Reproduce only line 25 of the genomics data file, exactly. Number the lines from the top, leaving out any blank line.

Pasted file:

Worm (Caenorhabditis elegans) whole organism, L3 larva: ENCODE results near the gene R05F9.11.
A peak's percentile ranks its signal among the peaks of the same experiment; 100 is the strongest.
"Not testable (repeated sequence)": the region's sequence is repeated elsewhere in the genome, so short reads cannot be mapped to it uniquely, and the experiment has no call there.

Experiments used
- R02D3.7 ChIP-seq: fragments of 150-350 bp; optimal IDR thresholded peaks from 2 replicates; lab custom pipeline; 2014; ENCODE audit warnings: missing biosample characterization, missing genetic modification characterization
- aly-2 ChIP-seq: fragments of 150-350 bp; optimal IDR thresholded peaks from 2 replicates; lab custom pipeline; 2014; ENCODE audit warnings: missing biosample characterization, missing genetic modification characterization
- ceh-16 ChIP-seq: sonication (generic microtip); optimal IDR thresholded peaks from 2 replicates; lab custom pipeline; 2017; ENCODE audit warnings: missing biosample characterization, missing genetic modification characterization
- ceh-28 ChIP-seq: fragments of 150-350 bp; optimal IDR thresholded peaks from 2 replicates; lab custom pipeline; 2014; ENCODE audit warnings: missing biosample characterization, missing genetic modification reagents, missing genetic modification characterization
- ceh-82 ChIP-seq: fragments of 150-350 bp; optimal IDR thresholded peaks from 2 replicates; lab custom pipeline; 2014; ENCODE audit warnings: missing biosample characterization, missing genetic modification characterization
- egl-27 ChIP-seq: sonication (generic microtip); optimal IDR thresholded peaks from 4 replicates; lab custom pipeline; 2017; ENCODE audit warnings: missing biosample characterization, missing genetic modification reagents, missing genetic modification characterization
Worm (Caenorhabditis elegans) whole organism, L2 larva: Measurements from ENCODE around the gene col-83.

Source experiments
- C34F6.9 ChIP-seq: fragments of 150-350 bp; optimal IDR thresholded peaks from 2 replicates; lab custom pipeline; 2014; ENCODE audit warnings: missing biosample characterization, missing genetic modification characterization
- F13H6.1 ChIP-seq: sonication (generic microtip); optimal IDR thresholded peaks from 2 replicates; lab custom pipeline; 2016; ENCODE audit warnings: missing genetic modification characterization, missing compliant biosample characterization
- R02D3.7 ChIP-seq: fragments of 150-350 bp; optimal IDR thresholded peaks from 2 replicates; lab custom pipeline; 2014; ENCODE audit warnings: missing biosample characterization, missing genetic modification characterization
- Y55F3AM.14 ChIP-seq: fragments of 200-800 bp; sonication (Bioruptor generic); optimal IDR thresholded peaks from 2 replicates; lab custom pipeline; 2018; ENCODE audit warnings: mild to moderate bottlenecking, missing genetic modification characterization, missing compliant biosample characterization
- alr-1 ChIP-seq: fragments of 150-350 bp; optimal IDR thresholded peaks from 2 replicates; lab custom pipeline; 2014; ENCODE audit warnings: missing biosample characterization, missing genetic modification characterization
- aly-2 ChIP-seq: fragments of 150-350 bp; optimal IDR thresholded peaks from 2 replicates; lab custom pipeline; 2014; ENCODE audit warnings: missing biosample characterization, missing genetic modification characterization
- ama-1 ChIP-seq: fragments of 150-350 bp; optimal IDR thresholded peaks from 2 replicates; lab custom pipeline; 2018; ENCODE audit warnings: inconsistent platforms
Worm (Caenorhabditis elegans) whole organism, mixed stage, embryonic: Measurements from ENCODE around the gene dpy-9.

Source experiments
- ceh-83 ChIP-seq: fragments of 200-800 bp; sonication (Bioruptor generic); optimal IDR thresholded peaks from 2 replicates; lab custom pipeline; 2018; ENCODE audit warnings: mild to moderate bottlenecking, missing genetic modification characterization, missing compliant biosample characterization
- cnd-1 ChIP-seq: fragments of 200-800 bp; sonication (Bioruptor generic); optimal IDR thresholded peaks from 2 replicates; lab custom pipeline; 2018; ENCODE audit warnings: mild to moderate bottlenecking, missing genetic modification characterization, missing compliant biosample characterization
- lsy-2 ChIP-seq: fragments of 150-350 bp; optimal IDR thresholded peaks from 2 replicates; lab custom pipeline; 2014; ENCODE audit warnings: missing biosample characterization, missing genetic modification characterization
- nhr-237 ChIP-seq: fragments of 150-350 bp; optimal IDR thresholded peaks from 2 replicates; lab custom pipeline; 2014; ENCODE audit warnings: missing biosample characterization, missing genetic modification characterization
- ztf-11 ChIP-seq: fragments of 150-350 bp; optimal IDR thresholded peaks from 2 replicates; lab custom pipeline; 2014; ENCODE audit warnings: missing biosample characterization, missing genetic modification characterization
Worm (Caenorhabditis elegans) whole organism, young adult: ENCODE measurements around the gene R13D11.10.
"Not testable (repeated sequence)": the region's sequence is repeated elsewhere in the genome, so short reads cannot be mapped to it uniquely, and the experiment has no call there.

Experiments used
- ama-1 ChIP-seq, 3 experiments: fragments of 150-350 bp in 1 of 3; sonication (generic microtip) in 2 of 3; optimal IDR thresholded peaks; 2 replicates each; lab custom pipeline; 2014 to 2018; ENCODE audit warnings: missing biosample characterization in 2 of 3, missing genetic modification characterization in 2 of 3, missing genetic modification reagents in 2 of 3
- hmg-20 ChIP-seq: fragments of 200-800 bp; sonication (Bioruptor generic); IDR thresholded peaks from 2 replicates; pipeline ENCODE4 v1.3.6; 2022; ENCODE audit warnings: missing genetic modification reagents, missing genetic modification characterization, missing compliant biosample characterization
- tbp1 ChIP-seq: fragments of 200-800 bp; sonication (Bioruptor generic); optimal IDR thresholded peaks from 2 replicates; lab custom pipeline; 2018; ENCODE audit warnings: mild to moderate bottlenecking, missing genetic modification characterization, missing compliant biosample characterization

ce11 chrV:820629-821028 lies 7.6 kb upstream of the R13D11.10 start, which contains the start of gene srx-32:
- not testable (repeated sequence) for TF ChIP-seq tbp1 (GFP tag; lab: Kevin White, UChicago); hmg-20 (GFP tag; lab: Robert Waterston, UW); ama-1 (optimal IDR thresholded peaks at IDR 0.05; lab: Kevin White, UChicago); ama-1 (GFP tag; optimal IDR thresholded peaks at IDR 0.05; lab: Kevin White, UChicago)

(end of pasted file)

- nhr-237 ChIP-seq: fragments of 150-350 bp; optimal IDR thresholded peaks from 2 replicates; lab custom pipeline; 2014; ENCODE audit warnings: missing biosample characterization, missing genetic modification characterization